To play ponies from your hand you need to be able to pay the action points required (varies from pony to pony) and have the required power of a certain colour. You can play the ponies to a problem and once you have enough to confront the problem you get points for them. You'll continue to score the problem until your opponent also confronts the problem or you confront both problems. Once that happens you have a face off (where you flip the top card of both decks and combine with the power of the ponies at the problem/s to see who gets the bonus for the face off). Once that happens the problem goes to the bottom of the deck, flip a new problem and the ponies go home. But the Mane pony can only have so many ponies at home, so if you exceed this number you have to discard some to get to that limit.
There's an interesting ebb and flow as you complete problems and face off.
The Power colours are pretty interesting. From what I can tell Pink (Pinkie Pie) is random, Blue (Rainbow Dash) is all about speed and ease of movement, Yellow (Fluttershy) is about cheap support creatures that have more power when they act together, White (Rarity) is about deck manipulation. I'm resisting the temptation to buy boosters... but it's not all that available at the moment... if it suddenly turns up everywhere it might be hard to ignore.
I'm hoping that I'll still want to play it in 5 years time... will be nice to play with Harley.
Unplayed as at Jan 1, 2014: 40 games
Played in January:
- Megastar (w Sharon and Buttons)
- Prolix (w Sharon and Katie)
- Shadow Rift (w/Ash)
- Coloretto (Jan 19 NSEG Meeting)
- Eight Minute Empire Legends (played at January 5 NSEG meeting)
- Futterneid (played with Sharon, Ash and June)
- Hanabi (played at January 5 NSEG meeting)
- Robinson Crusoe: Adventure on the Cursed Island (w/Ash and Ben and @ Jan 19 NSEG Meeting)
- Kids of Carcassonne (w Sharon and Katie)
- Kids of Carcassonne
- Ascension Apprentice Deck
So I start at 0 points, and according to the Aluminium Gamer thread on BGG points are gained as follows:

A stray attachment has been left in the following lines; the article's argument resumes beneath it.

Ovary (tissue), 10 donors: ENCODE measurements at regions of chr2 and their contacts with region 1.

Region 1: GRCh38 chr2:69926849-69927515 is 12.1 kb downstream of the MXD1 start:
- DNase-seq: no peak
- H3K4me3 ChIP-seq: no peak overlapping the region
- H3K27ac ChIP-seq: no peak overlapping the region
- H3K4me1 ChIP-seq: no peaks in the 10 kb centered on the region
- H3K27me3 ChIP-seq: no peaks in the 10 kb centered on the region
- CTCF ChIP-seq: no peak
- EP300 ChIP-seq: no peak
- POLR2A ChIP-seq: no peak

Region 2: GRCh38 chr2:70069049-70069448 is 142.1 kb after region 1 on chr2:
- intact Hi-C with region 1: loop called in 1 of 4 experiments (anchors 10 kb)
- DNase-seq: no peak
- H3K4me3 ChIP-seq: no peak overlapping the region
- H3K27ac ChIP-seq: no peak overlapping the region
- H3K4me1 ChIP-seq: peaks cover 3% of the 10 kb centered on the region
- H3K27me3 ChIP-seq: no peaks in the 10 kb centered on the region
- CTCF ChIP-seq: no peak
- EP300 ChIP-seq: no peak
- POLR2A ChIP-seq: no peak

Play an unplayed item: +1
Trade or sell an item (unplayed or not): +1
Give away an item (unplayed or not): +3
Add an item to your collection: -1
So on this basis I get +9 for playing unplayed items and -2 for adding 2 items to my collection (though one of those is a net zero... so not too bad).
So for January I've gained 7 out of a possible 40 points. Of course I'm also hitting the games in my collection that are either easiest to get to the table or the ones I want to get to the table first and I think it's going to be harder to whittle these down further.
Some very quick recaps (impressions I suppose, rather than reviews) on the games I played in January that were new to me.
Eight Minute Empires: Legends
With the right group a good game. With the wrong group drags far too much. After a game that took far too long, played it with a timer. Ups the stress and forces you to quickly decide on strategy while the other player has a turn. Want to see how it plays with a variety of groups and with the full range of in game expansions.
I can see why it won the SdJ. It's a game that families could play for years. It's hard to get used to though. A good quick game that seems to have plenty of replayability.
Oh! An interesting game from 2F. It's deck building... sort of. But I like it and want to play more of it. It's got a lovely supply/demand market and you need to work out when you can shift out of focussing on producing goods and replace them with your victory cards.
Robinson Crusoe: Adventures on the Cursed Island